Kenneth James Mitchell faced Mackay Magistrates Court on Tuesday, pleading guilty to assault occasioning bodily harm and contravening a police requirement.
Kenneth James Mitchell faced Mackay Magistrates Court on Tuesday, pleading guilty to assault occasioning bodily harm and contravening a police requirement. Renee Albrecht

Man walks free after choking woman in shopping centre

A SOUTH Mackay man who choked a woman in a shopping centre during an argument has narrowly avoided being jailed.

The 56-year-old was sentenced to nine months behind bars, but walked free from court after being released on immediate parole.

Kenneth James Mitchell faced Magistrate Damien Dwyer in Mackay Magistrates Court on Tuesday, pleading guilty to assault occasioning bodily harm and contravening a police requirement.

Prosecutor Duncan Erskine said the victim was at Coles at Parkside Plaza with a friend about 1pm on April 6 last year "when the offender stormed down the drink aisle".

Mitchell and the victim began to argue aggressively about a relative known to the victim who had been missing for "several days".

Mr Erskine said the victim attempted to follow her friend down the aisle, but the former mine worker and chef blocked their path.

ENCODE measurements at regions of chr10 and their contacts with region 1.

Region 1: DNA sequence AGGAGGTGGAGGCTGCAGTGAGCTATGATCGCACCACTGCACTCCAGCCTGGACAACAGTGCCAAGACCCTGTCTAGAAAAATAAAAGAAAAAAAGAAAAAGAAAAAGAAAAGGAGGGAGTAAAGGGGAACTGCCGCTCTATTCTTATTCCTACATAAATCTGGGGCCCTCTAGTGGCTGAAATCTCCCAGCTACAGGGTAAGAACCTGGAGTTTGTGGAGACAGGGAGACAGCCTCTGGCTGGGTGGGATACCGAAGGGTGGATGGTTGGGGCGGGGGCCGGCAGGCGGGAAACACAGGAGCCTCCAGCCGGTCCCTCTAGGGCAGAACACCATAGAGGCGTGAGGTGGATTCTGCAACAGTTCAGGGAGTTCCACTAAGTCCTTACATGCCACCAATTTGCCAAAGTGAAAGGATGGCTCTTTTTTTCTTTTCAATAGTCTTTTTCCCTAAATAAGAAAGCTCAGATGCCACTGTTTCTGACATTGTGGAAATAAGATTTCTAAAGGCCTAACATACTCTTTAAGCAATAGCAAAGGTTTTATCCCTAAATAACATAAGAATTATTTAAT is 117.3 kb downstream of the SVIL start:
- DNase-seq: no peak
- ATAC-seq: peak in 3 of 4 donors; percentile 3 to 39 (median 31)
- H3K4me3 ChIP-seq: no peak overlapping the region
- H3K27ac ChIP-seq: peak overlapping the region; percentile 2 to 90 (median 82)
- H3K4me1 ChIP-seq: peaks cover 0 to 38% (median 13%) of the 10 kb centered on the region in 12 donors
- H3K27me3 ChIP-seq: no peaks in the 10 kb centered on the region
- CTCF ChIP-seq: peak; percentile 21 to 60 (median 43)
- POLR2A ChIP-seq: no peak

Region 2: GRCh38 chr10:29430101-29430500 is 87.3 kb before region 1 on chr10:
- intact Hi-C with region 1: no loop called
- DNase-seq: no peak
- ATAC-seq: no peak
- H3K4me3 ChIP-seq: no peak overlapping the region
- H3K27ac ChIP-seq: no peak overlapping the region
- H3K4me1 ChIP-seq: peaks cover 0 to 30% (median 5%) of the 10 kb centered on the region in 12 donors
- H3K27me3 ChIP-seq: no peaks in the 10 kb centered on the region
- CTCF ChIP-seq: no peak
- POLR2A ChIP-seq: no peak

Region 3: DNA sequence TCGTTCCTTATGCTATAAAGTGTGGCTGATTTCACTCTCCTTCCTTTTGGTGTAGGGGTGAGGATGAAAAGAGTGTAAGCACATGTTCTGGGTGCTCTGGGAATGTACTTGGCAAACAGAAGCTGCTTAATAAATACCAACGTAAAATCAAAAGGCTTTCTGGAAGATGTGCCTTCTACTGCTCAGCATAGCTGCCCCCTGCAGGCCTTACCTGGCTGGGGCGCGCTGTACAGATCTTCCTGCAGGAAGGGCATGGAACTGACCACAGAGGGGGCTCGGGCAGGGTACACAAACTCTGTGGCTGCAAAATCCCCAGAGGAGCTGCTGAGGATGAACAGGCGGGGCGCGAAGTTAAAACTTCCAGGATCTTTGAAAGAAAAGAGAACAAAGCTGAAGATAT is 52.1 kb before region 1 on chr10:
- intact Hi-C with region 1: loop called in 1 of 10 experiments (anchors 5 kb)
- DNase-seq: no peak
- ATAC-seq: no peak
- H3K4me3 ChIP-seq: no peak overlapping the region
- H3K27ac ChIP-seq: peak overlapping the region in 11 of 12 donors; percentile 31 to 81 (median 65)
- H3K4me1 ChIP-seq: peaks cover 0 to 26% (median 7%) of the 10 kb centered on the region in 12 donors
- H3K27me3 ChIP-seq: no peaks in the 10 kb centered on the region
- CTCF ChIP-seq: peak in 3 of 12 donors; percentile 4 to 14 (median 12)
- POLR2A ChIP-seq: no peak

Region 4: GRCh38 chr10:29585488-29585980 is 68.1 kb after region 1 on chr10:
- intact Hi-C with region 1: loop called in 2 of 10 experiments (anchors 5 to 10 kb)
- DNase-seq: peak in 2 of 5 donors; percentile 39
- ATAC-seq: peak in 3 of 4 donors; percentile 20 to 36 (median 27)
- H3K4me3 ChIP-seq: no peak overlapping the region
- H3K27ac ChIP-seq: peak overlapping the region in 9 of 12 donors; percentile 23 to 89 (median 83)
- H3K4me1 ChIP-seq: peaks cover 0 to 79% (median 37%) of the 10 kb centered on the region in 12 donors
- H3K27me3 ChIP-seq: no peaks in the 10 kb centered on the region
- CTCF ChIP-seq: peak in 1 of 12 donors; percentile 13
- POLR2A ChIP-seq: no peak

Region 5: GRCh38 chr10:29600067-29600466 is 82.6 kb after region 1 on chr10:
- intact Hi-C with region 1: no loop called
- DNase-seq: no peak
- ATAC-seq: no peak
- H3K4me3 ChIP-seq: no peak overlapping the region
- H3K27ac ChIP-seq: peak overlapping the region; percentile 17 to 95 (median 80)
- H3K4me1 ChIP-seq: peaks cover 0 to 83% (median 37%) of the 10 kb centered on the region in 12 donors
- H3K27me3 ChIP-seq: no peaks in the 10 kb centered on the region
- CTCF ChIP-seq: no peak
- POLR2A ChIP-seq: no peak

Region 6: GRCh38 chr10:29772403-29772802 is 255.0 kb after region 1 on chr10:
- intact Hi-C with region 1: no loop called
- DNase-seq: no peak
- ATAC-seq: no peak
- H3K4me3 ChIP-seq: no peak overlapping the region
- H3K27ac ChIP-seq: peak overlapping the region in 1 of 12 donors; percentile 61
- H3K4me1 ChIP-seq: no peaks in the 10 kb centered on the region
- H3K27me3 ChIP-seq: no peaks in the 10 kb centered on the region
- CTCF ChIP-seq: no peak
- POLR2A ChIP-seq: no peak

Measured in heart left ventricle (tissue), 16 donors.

Without warning, he grabbed the victim by the throat with both hands as they continued arguing and then pushed her away.

Catching her breath, the woman screamed at Mitchell that she was calling police.

Police officers later checked in with the young woman, along with paramedics.

"QAS and police officers observed a number of red marks around the victim's throat.," Mr Erskine said.

Dropping in to catch up with Mitchell at a home, police were told he "knew what they were talking about" and were provided details of Mitchell's search for the girl.

Mr Erskine told the court Mitchell had similar criminal history stretching back to 1991.

Defence solicitor David Strutynski said Mitchell has been under immense pressure as the primary carer of his wife, who had a brain tumour.

Mr Strutynski said Mitchell admitted he "acted out of proportion", but had been responding to statements made by the victim.

But Magistrate Dwyer said there was no proportionate response which invited violence.

He chided Mitchell for a late guilty plea, which came on the day his trial was due to start, inconveniencing witnesses and the court.

"This is not an early or timely plea. This is a plea given at the door of the court," Mr Dwyer said.

"To put it quite simply Mr Mitchell, we're sick and tired of this violence. This violence in the streets, in our homes, in our shopping centres. We've had enough of it."

Magistrate Dwyer suggested Mitchell attend anger management counselling.

The contravening police requirement charge was not detailed.


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